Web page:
Category: A Level Physics Chapters

The Higgs boson particle – digested

The Higgs boson particle – digested

https://www.gu.com/p/3jcq6

The Higgs boson particle – digested
The secret of life and the universe, explained by our science editor

An experimental result in the search for the Higgs boson particle, released by Cern.

In the aftermath of the big bang that flung the universe into existence 13.82bn years ago, the forces of nature were one. But as the universe expanded and cooled, they separated out into the four seen today. The electromagnetic force, which is carried by photons, allows you to see, and stops you falling through your chair.

The strong force holds atomic nuclei together. The weak force goes to work in the sun and helps to make it shine. Then there is gravity, which is not really a force at all, but that is for another time.

One trillionth of a second after the big bang, an invisible field that spread throughout space switched on. This Higgs field wrenched two intertwined forces apart – the weak force and the electromagnetic force. How? By making the particles that carry the weak force heavy, while leaving the photon weightless.

The weak force travels less than the width of an atom, but the electromagnetic force ranges over an infinite distance.

The Higgs field gives mass to other particles too, such as quarks and electrons, the building blocks of atoms. The Higgs boson comes with the field, a subatomic smoking gun that proves the field is there.

Permanent link to this article: https://www.animatedscience.co.uk/2013/the-higgs-boson-particle-digested

How to write a personal statement for history

How to write a personal ucas statement for history

https://www.gu.com/p/3hddy

History is the tenth most popular subject to study at degree level in the UK, and with many universities forgoing candidate interviews, your personal statement is the most important way to make yourself stand out. The competition is fierce (the top universities require grades of A*AA), and a muddled or mediocre statement will harm your application.

So how can would-be historians impress application tutors? Dr Elizabeth Tingle, of Plymouth University, wants the statement to reflect the candidate who wrote it. She says: “When we talk about originality inpersonal statements, we really mean individuality.”

Southampton University’s Dr McHugh agrees that many applications are “too generic and vague. We want to get a sense of who you are as an individual, and what kind of student you would be.”

This individuality should not be achieved through wild or outrageous methods; your statement doesn’t need to be written in old English, or abstractly represent the consciousness of Thomas Cromwell. If you do something outrageously different, there’s probably a reason why no one’s done it before.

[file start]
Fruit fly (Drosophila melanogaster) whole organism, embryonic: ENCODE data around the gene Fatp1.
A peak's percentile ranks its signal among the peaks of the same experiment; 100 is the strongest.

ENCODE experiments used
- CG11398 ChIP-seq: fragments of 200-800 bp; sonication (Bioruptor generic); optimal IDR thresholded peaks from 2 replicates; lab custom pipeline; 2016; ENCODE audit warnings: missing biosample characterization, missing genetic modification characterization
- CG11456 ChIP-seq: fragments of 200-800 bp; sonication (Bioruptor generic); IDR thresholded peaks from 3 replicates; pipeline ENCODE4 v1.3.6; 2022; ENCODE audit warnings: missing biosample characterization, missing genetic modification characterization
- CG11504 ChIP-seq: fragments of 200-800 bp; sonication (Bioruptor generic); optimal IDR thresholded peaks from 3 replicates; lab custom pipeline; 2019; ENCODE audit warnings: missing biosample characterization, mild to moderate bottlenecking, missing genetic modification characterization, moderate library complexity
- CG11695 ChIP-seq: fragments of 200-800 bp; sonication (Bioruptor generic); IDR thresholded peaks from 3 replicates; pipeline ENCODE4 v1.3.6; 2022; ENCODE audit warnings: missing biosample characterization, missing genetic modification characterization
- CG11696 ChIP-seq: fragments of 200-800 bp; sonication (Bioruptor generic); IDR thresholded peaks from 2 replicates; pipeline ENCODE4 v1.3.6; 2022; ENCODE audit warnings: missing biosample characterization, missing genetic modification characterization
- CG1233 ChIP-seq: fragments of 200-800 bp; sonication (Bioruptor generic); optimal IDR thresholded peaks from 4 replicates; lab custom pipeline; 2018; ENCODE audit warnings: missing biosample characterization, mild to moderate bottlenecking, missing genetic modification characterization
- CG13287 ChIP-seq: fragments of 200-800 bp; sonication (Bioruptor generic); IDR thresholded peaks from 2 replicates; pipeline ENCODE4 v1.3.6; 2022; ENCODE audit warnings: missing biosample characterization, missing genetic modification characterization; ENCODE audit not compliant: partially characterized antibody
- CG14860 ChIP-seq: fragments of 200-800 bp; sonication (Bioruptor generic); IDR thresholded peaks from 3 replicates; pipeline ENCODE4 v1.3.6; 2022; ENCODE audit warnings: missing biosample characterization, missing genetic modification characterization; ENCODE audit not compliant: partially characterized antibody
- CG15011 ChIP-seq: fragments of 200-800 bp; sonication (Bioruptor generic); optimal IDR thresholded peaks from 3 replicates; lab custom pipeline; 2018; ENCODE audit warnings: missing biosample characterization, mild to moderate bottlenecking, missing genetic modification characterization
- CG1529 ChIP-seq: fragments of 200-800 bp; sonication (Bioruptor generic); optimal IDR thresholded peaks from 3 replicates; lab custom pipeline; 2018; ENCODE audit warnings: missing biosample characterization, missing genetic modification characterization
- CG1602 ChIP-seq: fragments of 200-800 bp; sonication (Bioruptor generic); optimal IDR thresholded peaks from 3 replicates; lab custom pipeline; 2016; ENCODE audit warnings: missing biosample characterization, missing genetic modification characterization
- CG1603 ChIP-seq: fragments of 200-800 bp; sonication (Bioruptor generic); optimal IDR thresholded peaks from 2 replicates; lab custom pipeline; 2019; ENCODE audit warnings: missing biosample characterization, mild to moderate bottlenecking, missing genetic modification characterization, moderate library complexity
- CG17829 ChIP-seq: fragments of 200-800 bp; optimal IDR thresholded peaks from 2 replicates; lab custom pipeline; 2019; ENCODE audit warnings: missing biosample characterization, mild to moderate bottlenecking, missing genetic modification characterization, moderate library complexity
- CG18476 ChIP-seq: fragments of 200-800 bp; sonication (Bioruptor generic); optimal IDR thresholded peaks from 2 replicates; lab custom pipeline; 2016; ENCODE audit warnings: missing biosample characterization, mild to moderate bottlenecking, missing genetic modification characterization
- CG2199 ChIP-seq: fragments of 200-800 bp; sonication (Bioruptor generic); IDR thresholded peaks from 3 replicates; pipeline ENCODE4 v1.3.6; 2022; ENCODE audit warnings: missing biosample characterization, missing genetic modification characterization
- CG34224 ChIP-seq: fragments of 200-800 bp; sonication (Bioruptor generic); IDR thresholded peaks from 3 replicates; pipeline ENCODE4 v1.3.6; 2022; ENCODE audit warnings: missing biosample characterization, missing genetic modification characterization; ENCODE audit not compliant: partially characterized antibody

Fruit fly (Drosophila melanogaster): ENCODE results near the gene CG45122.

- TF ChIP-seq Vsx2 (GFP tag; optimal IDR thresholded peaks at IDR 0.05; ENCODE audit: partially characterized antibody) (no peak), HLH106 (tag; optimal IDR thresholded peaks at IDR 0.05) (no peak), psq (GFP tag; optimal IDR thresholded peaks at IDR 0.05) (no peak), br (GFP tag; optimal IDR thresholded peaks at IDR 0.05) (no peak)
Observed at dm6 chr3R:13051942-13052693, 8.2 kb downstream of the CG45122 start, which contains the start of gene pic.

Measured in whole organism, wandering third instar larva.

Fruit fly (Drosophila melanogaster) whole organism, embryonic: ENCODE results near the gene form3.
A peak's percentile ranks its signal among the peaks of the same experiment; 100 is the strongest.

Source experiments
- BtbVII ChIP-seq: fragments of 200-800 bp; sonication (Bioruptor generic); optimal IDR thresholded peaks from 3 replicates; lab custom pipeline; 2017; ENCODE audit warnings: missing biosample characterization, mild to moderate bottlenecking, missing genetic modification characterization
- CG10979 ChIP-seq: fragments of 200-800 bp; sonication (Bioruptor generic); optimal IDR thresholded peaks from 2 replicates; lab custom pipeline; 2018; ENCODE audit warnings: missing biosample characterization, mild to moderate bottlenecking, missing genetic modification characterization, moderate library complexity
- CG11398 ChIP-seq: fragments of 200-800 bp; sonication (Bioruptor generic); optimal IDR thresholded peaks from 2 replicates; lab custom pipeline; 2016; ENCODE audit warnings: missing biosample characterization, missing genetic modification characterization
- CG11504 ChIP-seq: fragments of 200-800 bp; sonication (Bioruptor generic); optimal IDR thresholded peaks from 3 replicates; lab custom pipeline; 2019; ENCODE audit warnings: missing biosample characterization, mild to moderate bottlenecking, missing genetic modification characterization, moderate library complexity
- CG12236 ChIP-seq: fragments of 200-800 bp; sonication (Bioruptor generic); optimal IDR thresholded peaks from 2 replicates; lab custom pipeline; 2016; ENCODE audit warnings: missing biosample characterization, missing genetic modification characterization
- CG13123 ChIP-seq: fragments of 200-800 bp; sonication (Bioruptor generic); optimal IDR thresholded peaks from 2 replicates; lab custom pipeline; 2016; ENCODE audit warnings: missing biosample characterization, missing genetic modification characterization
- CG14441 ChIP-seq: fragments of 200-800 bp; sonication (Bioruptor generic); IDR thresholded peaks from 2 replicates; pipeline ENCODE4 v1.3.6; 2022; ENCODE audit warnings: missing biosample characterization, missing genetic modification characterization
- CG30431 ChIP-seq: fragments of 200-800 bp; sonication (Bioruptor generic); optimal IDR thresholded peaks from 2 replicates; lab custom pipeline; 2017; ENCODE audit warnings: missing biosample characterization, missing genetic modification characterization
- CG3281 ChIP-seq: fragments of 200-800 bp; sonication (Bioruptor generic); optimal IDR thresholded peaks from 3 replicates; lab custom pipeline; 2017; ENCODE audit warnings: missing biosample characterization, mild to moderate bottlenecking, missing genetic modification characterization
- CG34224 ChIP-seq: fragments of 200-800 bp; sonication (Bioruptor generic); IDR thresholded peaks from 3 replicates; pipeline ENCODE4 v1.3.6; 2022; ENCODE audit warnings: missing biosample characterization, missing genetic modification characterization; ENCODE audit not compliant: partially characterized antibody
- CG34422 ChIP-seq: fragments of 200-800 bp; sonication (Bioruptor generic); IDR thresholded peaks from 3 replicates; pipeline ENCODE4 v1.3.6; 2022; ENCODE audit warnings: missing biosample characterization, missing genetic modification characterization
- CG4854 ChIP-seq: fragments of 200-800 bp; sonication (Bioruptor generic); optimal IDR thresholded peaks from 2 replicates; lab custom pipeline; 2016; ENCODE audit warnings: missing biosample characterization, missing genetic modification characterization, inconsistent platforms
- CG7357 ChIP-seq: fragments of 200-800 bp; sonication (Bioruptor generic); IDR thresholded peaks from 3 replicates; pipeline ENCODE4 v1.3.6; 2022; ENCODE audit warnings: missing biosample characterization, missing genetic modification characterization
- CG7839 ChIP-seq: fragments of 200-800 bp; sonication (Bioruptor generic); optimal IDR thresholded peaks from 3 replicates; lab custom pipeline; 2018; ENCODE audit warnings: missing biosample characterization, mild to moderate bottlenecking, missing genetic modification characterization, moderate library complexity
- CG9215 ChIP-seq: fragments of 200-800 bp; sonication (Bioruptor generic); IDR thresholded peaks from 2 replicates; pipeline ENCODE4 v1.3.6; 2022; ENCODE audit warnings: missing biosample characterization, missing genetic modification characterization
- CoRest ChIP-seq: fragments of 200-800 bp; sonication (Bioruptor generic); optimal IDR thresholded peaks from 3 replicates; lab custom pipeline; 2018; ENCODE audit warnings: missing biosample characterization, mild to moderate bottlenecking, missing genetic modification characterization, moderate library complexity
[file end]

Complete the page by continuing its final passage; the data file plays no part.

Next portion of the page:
Instead, a personal statement should show something of you as a person, and convey your own unique engagement with history. Dr Ryrie, historian of religion at Durham says:

“The kind of personal statement that warms an admissions tutor’s heart is the kind which is honest: which describes, in genuinely personal terms, quite why the student loves the subject, and conveys something of their passion for it”.

‘Passion’, however, is a controversial word. UCL’s Dr Jason Peacey complained that “it gets a bit tiring reading hundreds of forms where the student proclaims that they have a ‘passion’ for history”.

Dr Ansari, head of history at Royal Holloway, agrees, and wants “genuine expressions of interest in history, but not in terms of ‘I am passionate about…’. Simply wanting something strongly is not enough”.

You need to convince admissions tutors that you have the intelligence and academic ability needed to successfully undertake a degree in the subject.

Dr Peacey says: “Students don’t always do enough to explain what it is about history that interests them, why this interest can only be met by undertaking more study at a higher level, and what should make me think that they have the potential and ability to study at this level”.

The same sentiments are also mentioned by Dr McGladdery, admissions officer at St Andrews. “Studying and writing about what happened in the past has little purpose if students cannot develop the skill of critical evaluation. Historiographical awareness is very important, as is the ability to present an opinion supported with evidence and cogent analysis.”

Students who show that they have considered the subject in relation to other academic avenues are likely to impress. As Dr Gadja, of Oxford university, says:

“Historians like to take insight from a huge range of perspectives, so we are always delighted when students can demonstrate how their interest and ability at foreign languages, philosophy, or political thought, literature, and so on, might intersect with their historical interests, and be of use in their development as historians”.

A clear, competent analysis of the ways in which your different subjects interact, and how this has aided your ability as a history student, can be a valuable inclusion in your personal statement.

Dr Gadja says that it is important to mention extra-curriculur interests. For Gadja, an interest in visiting museums, going to public lectures, and anything that shows an interest in history beyond the demands of one’s A-level course, would be relevant.